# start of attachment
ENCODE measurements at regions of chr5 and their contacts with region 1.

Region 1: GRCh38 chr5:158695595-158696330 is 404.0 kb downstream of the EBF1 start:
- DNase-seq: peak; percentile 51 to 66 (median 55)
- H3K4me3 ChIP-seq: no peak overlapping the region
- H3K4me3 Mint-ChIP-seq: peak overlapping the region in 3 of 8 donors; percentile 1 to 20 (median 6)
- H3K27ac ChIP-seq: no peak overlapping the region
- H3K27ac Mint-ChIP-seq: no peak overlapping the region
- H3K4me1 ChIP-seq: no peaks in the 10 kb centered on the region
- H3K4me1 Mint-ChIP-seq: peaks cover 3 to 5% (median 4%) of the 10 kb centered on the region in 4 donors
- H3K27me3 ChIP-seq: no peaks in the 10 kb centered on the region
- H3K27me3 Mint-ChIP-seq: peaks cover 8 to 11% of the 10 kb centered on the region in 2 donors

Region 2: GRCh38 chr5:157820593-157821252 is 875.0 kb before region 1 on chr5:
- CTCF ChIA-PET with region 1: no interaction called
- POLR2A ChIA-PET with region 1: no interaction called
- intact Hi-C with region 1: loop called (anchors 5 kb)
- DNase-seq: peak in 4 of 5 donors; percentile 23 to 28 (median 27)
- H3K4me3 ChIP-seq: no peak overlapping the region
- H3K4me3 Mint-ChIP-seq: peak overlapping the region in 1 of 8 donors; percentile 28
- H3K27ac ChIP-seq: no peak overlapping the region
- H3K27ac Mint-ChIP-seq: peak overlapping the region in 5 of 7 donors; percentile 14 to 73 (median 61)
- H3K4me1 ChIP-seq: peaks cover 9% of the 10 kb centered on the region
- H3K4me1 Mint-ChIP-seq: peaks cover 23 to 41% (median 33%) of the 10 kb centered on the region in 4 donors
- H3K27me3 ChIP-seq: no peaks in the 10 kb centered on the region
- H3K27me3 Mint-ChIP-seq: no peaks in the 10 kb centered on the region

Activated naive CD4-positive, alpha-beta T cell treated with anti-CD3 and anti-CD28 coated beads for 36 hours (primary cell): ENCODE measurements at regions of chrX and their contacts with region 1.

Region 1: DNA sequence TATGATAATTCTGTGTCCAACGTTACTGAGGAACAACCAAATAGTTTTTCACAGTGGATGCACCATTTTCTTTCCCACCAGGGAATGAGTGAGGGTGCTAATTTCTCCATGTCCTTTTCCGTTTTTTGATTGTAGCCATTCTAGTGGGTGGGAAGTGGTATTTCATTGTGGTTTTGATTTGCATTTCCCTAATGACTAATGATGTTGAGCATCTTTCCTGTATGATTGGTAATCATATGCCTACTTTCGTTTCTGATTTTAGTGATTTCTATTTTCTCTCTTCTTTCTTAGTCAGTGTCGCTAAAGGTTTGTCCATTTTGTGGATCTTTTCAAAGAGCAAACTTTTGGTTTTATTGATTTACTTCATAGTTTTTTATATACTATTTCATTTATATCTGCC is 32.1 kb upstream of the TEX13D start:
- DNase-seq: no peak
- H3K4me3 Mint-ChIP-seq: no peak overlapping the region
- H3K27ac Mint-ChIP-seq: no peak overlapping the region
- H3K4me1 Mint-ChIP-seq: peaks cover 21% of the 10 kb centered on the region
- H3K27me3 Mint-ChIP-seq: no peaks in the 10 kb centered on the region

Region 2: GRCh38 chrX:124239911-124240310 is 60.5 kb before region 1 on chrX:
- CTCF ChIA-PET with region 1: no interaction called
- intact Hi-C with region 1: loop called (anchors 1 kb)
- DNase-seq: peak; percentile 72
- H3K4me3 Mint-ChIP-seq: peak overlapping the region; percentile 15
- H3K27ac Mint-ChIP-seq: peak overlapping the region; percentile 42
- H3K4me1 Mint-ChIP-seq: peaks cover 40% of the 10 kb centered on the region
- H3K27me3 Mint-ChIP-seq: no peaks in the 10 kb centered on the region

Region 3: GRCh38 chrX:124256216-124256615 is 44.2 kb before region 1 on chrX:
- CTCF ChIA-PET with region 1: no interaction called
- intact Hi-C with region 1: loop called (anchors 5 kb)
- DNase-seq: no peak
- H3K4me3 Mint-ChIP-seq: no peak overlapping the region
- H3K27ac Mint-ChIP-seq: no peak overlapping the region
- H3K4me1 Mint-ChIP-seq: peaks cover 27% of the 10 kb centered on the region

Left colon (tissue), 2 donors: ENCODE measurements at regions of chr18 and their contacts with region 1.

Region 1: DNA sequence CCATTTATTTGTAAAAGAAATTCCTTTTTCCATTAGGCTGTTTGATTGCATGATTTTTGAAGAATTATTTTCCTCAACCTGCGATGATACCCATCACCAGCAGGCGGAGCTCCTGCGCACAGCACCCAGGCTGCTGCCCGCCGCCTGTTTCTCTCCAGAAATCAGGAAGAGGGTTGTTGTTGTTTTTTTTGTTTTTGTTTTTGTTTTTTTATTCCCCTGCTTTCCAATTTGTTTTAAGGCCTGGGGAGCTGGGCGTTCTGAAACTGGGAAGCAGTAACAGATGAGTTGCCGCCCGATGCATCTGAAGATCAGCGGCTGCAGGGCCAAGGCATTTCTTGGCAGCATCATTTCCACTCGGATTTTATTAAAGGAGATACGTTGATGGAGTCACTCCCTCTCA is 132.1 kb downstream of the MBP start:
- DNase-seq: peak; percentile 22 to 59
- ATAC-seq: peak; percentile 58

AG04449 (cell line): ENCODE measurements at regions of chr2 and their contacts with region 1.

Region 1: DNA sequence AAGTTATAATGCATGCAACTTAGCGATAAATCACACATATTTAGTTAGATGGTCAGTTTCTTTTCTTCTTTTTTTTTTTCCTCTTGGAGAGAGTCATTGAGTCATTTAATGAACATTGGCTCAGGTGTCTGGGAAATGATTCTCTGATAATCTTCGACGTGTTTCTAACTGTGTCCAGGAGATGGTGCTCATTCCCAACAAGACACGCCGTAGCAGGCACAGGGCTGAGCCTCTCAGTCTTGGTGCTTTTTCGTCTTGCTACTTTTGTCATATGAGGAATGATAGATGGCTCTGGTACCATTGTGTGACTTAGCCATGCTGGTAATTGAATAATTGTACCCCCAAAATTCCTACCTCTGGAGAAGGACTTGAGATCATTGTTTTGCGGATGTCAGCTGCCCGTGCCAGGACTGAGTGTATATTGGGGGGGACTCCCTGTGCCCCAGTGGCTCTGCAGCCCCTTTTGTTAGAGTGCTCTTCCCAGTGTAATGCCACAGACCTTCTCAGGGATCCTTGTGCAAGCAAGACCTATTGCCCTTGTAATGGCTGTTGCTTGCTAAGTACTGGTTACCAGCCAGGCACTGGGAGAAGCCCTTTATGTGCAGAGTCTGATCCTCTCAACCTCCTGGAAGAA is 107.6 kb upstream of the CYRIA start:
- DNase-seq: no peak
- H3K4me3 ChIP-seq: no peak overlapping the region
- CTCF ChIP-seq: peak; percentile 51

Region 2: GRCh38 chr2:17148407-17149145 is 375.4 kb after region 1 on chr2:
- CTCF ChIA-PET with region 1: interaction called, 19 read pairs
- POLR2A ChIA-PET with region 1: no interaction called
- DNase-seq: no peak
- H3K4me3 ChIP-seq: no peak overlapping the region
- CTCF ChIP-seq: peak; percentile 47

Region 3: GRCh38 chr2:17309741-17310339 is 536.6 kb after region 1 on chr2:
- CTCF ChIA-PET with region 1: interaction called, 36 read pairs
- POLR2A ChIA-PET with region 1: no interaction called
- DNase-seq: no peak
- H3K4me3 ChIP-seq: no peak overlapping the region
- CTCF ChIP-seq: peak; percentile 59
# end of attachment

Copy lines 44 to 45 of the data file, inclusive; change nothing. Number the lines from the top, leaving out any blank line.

- H3K4me3 Mint-ChIP-seq: no peak overlapping the region
- H3K27ac Mint-ChIP-seq: no peak overlapping the region